Knights of the Old Republic II echoed that scene. One of the game's principal features was its influence system. Players gained influence with their companions by performing actions that they endorsed, which unlocked additional dialogue options.

Avellone works this mechanic into the story, explaining that the main character is in fact so aberrantly charismatic that he exerts a metaphysical influence on people which compels them to do crazy things like join his party and fight on his behalf. He is therefore dangerous and must be stopped.

Manifesting Ideologies

Neverwinter Nights 2 players don't have the same luck. In that game some party members will quit or switch sides based on the level of influence the player has with them.

Most will leave over ideological disagreements, but at least one person will side with the enemy at a critical moment if the player didn't put her in the party enough or give her any cool armour or weapons.

It might not be convincing that she'd want to kill her former friend based on that grievance, but it's a pretty accurate indictment of typical RPG player behaviour. I never selected that character precisely because I did think she was useless, and games have conditioned me to think that she wouldn't have a problem with that.

In Knights II, Obsidian had players take direct control of their supplicants for solo missions, and the full cast featured in their own cutscene-driven subplots.

Neverwinter Nights 2 treated its concluding battle with appropriate gravity by allowing the players control of their entire party. Obsidian granted those secondary characters greater presence with each successive game -- until removing them entirely in their upcoming spy RPG, Alpha Protocol.

Alpha Protocol has one controllable character and no permanent party members. Maybe it's a deliberate change of pace for Obsidian, or maybe it's the best solution of all. Alpha Protocol will certainly be free from deadbeats and hangers-on who admonish you for acts of kindness but will still do whatever you say.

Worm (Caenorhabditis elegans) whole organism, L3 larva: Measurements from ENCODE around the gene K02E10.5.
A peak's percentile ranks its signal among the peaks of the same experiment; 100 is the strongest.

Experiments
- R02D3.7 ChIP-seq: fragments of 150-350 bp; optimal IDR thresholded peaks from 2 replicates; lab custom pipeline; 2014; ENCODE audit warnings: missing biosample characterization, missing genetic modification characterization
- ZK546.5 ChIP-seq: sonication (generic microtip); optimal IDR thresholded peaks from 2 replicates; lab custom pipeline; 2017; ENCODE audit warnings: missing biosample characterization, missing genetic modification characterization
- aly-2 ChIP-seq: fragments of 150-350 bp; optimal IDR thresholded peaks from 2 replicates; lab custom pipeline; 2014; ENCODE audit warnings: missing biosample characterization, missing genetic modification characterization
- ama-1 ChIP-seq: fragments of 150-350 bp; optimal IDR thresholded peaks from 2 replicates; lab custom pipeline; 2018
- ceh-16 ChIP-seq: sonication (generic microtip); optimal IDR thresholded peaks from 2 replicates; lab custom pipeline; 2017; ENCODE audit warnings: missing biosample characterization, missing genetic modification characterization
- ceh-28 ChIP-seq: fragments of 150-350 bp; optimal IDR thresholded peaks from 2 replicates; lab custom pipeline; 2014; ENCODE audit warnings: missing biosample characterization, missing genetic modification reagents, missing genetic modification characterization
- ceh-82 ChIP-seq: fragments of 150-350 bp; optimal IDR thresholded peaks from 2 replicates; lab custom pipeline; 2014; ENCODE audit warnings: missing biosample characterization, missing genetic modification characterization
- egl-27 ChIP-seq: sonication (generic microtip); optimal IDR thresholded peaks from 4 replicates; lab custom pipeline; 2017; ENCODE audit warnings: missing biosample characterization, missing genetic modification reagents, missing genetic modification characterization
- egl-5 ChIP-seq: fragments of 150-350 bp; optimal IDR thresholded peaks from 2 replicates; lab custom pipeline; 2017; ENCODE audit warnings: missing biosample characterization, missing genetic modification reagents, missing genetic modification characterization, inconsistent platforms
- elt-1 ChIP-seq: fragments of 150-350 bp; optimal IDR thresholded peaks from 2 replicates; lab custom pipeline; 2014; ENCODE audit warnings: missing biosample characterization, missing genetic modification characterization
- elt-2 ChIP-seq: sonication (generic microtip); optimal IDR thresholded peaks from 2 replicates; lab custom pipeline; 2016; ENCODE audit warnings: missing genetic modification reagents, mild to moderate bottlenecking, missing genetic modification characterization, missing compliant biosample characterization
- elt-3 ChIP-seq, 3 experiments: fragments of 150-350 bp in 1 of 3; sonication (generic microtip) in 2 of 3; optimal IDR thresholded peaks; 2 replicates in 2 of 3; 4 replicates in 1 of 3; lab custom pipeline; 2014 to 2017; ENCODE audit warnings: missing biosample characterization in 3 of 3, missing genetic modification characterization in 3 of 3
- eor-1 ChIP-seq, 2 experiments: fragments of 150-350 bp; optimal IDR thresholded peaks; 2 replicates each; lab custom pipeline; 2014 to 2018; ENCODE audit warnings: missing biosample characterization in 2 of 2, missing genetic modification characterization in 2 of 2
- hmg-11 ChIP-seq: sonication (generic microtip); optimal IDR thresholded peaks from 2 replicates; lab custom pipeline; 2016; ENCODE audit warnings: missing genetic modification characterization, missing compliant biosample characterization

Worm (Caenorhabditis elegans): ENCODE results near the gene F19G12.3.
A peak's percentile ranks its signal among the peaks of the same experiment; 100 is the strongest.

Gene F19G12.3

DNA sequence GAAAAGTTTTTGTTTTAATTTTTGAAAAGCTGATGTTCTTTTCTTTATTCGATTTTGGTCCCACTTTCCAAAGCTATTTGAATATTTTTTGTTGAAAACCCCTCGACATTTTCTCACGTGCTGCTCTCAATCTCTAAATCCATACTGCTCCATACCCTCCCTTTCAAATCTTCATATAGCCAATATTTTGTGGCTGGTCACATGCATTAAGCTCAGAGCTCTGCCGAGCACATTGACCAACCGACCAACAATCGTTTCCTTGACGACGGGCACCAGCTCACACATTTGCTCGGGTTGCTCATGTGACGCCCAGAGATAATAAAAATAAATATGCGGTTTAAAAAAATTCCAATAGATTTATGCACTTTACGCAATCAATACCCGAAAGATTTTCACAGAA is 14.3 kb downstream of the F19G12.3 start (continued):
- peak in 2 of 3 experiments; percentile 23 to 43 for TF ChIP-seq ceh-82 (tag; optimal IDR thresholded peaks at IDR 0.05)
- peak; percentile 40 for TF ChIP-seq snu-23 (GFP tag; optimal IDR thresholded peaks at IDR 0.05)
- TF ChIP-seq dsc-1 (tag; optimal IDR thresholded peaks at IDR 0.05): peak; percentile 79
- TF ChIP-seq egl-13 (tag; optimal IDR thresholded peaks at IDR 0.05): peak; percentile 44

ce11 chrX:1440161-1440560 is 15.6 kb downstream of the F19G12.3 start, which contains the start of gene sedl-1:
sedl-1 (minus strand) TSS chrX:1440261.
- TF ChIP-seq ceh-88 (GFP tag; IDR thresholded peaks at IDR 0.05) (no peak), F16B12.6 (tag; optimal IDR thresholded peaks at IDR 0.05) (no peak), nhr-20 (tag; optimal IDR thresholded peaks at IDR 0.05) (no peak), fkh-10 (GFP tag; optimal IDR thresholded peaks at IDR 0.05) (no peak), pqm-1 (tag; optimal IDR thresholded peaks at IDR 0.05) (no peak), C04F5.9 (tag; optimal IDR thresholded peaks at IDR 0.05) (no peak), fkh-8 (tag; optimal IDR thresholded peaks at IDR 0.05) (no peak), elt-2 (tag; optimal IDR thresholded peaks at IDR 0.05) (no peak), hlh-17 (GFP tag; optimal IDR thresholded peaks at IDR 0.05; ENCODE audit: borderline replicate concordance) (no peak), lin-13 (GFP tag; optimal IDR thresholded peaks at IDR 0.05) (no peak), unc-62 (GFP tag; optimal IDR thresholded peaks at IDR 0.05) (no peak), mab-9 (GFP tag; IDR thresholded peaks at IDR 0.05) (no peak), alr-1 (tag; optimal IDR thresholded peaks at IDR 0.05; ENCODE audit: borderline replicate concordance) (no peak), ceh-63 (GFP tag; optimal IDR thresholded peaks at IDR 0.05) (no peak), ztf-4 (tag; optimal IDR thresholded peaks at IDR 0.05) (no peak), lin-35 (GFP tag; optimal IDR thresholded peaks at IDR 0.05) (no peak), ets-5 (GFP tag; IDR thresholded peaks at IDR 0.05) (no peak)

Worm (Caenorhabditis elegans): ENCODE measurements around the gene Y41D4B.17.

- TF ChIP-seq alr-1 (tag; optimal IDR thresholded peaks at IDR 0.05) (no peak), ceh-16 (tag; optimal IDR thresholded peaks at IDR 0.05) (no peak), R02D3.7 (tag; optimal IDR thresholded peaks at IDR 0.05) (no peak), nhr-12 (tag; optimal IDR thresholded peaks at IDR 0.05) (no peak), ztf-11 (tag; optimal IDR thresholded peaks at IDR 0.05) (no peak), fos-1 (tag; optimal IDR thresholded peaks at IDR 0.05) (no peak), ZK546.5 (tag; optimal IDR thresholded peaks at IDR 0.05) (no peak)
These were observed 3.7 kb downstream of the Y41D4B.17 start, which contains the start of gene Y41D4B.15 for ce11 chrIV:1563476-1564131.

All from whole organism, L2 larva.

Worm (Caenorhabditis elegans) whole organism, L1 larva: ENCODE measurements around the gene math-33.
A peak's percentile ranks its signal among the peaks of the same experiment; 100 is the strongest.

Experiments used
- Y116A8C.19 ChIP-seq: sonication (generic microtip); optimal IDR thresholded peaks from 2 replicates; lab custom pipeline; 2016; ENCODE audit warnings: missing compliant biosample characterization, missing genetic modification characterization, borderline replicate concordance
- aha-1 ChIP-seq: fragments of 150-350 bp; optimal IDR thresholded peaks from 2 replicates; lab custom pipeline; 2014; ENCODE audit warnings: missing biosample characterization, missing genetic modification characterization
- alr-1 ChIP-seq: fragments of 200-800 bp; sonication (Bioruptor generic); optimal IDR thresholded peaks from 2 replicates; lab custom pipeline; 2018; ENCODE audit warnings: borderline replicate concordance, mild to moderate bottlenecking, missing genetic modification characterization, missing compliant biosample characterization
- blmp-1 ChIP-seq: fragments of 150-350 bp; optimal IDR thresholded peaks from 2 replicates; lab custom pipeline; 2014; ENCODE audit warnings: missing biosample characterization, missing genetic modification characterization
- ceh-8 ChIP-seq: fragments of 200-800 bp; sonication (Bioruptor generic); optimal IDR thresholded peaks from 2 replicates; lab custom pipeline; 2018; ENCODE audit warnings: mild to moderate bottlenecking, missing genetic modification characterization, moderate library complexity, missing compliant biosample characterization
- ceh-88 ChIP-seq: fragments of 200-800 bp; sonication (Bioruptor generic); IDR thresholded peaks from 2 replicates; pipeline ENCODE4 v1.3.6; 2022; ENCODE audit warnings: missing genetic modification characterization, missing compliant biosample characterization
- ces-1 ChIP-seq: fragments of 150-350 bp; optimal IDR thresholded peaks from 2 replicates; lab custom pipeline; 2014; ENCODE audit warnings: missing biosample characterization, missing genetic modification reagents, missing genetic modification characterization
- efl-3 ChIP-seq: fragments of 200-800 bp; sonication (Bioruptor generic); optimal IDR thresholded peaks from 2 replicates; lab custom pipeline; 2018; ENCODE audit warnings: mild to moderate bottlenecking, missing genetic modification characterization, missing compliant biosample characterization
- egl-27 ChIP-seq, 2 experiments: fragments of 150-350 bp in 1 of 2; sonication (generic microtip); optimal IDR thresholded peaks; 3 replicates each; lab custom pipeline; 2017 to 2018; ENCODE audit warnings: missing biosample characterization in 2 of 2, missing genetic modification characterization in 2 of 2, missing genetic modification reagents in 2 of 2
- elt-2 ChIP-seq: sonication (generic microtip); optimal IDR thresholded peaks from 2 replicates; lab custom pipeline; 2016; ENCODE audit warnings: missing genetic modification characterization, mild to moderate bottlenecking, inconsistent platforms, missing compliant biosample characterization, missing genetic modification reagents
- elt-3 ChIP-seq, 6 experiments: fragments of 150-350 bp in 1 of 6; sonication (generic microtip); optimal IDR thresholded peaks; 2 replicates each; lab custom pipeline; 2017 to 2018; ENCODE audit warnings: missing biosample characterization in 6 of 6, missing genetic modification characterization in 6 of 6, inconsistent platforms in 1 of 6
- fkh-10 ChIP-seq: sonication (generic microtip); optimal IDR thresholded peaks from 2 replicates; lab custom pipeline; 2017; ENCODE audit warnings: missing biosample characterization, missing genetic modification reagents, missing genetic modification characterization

The best way to deal with those plausibility issues is not to invite them into the design in the first place. It'll work, but because it's the safe option. If it marks the beginning of a new approach for Obsidian, then I'll miss the subversion and the experimentation.

Developers can craft a character with a wealth of personal history, trust issues and the potential for an ice-thawing courtship, and they can have them try to kill me for not buying them shoes. I like the second option more.


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Comments


Adam Bishop
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Another series of games which has done a good job of dealing with that issue is the Suikoden games. Eventually you gain a castle where all the characters you recruit live, work, and go about their daily lives until called upon in battle. And when truly big battles happen, they don't just hang around: there are large scale military conflicts involving dozens of combatants in every Suikoden game. It strikes a good balance between smaller missions where it makes sense for there only to be four or six people with you, and large scale combats where everyone joins in (even non-combat characters, who provide tactical advice and the like).

Annuity R
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The problem with party RPGs isn't their lack of plausibility but their meaningless character management. It's never satisfying when I spend all this effort upgrading one party member just to get another blank-slate that I have to upgrade from scratch again. I'd rather have one significant attachment to character than 6 loose ones.



It's more powerful to unify all the upgrading into an individual character, and that's what ultimately happens in all party RPGs. How many of you honestly upgraded every party member in Mass Effect? If you play like me, then you just picked 2 or 3 party members AT MOST and focused on them. The others you didn't care about. And even then, I never felt at one with Shepard, even though I wanted to.



To me this suggests that more than 2 party members is redundant... I don't need 6 wheels on my car.

Jake Romigh
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Maybe one solution is to stop making main characters nannies as well as party leaders. A lot of games (Mass Effect included) have the player micromanaging each of his/her teammates. I realize some players enjoy and demand this kind of thing, but other players could say "I've already configured this character with me, I don't want (As Annuity stated) a blank slate to do this all over again." I would wonder how a game would play if all of your party was with you no matter what and you couldn't give them more than battle commands and weapons. They can handle the armor repair, ammo conservation and leveling up according to what the party needs.